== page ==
Thermal network cameras outperform a visual camera in dark scenes and are a great tool for detecting people and objects in 24/7 surveillance, from pitch dark areas to a sunlit parking lot.
Thermal network cameras create images based on the heat that always radiates from any object, vehicle or person.
A thermal camera is less sensitive to problems with light conditions, such as shadows, backlight, darkness and even camouflaged objects; and delivers images that allow operators to detect and act on suspicious activity – 24 hours a day, seven days a week.
Thermal cameras are excellent for detecting people, objects and incidents from pitch dark to sunlit and other challenging conditions. Thermal cameras do not, however, deliver images that allow reliable identification – that is why thermal cameras and conventional cameras complement and support each other in a surveillance installation.
Thermal cameras do not require any additional light sources – conventional or IR – that consume energy, create shadows and reveal their locations. And, in contrast to conventional day-and-night cameras that depend on a certain amount of near-infrared light to function, thermal cameras deliver reliable surveillance images even in complete darkness.
Enhancing any professional IP-Surveillance system
Thermal cameras can handle many difficult weather conditions better than conventional cameras, e.g. allowing operators to see through smoke, haze and dust. Thermal cameras typically also provide better accuracy in intelligent video applications.
When you need reliable 24/7 detection with a low rate of false alarms, thermal cameras are the obvious choice.
Since living objects, such as humans, often have a different body temperature than their background, thermal cameras are excellent at detecting humans in a wide range of circumstances. In addition, objects such as vehicles also have a different temperature than the surrounding environment, making detection easy.
Thermal cameras can be used in a wide range of security applications, such as perimeter protection around industrial sites, airports and power plants. Their detection capabilities also make them a valuable tool in, for example, search and rescue operations.
Some thermal cameras, which we at Axis call temperature alarm cameras, are able to measure absolute temperature values. They can be used, among other things, when monitoring industrial processes, or acting as a fire alarm, or monitoring fridges at the supermarket.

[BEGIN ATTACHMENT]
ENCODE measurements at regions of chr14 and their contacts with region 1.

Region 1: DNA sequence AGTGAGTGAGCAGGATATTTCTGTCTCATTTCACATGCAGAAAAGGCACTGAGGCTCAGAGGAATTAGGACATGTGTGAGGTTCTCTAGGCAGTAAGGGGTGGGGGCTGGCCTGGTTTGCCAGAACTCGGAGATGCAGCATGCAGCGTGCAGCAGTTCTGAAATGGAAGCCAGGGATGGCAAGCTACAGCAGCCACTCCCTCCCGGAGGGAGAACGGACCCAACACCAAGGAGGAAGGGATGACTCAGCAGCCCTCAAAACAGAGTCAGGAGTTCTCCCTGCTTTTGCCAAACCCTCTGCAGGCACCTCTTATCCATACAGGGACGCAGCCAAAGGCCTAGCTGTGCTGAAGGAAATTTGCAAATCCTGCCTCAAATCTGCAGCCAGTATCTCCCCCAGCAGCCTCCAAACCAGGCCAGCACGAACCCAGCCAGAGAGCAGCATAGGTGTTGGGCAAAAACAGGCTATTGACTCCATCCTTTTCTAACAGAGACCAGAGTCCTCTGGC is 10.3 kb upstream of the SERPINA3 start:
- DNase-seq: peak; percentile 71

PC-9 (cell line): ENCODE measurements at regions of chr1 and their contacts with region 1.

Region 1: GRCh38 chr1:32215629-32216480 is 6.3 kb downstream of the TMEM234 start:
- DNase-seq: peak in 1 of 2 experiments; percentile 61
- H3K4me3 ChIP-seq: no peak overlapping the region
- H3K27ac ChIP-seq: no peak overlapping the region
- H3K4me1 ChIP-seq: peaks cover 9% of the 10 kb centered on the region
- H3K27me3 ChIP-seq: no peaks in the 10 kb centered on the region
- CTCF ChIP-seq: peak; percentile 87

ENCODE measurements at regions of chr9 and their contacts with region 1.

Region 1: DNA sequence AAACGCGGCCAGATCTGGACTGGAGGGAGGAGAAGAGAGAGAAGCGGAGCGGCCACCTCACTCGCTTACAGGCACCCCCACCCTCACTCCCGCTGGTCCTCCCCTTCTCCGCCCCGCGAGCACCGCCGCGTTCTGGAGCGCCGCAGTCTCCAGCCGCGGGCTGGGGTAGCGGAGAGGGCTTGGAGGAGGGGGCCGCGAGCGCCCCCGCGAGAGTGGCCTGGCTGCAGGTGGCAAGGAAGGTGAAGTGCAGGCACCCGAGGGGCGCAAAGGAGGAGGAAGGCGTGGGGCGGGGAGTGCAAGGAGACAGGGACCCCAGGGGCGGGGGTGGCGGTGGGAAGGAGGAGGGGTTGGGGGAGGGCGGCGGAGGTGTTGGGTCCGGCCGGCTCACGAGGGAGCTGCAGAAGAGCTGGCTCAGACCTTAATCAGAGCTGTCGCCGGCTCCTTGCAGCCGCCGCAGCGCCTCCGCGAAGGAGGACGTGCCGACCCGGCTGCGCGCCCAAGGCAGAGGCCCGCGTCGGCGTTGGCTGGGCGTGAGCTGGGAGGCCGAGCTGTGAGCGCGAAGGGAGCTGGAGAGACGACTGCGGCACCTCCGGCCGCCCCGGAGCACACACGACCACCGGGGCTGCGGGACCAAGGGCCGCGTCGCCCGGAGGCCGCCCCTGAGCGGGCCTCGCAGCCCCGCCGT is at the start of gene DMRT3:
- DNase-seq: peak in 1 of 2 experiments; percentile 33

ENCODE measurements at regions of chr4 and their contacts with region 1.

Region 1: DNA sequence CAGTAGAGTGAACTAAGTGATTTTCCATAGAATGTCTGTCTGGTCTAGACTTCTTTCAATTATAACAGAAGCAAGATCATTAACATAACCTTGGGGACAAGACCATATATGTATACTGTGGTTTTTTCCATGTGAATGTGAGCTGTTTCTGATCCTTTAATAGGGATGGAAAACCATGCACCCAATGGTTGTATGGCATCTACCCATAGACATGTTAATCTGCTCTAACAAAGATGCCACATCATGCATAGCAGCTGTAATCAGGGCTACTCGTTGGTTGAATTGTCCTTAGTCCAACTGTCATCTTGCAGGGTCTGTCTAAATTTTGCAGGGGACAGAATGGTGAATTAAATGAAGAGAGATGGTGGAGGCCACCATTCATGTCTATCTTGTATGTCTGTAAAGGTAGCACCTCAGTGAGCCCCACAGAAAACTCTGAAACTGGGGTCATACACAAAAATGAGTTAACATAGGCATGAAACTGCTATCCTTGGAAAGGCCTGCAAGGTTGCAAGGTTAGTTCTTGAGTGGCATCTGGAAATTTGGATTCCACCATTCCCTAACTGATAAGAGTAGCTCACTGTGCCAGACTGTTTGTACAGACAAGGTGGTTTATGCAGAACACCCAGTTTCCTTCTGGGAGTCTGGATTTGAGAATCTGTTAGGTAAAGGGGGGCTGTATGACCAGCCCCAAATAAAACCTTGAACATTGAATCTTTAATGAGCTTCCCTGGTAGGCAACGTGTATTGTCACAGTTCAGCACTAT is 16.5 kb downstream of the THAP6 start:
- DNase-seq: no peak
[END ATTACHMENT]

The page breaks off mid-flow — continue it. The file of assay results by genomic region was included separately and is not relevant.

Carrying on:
The built-in intelligence of the camera, together with added video analytics, creates a solution where the video surveillance system automatically performs an analysis of the captured video. Thermal network cameras help distribute this analysis to other cameras in the IP system, leading to improved efficiency and scalability.
All in all, thermal network cameras make sure that objects, people, and incidents are detected 24 hours a day, seven days a week. Together with video analytics, thermal cameras help reduce the rate of false alarms and keep installation costs down since fewer cameras are needed to monitor the area.
Thermal cameras’ ability to detect humans, vehicles and animals can also be used in search and rescue operations, detecting people in the water in a harbor, helping firemen see through smoke, or allowing the police to follow perpetrators. Thanks to a variety of lens options, thermal cameras help covering everything from wide parking lots to long fences.
Invisible thermal fence for perimeter protection.
Thermal network cameras are an efficient perimeter protection. They are often a cost-effective solution, covering long distances with few cameras thanks to their ability to detect people against the background. If someone trespasses a fence, the security manager gets a verification image on his/her smart device.
Cut down costs!
With their low rate of false alarms, thermal cameras help security management cut costs on unnecessary responses by security staff. They can also be used to verify alarms, for example, to make sure that the motion detection alarm is actually triggered by a human. In this way, security staff can act, preventing costly vandalism or acts of crime.
Detect people for their safety and security!
In potentially dangerous environments, thermal network cameras improve safety in restricted places, such as tunnels, crossroads and railway tracks, which helps prevent accidents.